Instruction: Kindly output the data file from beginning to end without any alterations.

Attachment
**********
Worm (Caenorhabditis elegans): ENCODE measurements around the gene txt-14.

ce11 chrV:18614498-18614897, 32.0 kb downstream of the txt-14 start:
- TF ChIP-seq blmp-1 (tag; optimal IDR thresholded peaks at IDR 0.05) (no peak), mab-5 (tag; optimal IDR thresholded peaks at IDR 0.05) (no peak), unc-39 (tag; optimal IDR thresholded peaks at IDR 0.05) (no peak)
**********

Worm (Caenorhabditis elegans): ENCODE measurements around the gene txt-14.

ce11 chrV:18614498-18614897, 32.0 kb downstream of the txt-14 start:
- TF ChIP-seq blmp-1 (tag; optimal IDR thresholded peaks at IDR 0.05) (no peak), mab-5 (tag; optimal IDR thresholded peaks at IDR 0.05) (no peak), unc-39 (tag; optimal IDR thresholded peaks at IDR 0.05) (no peak)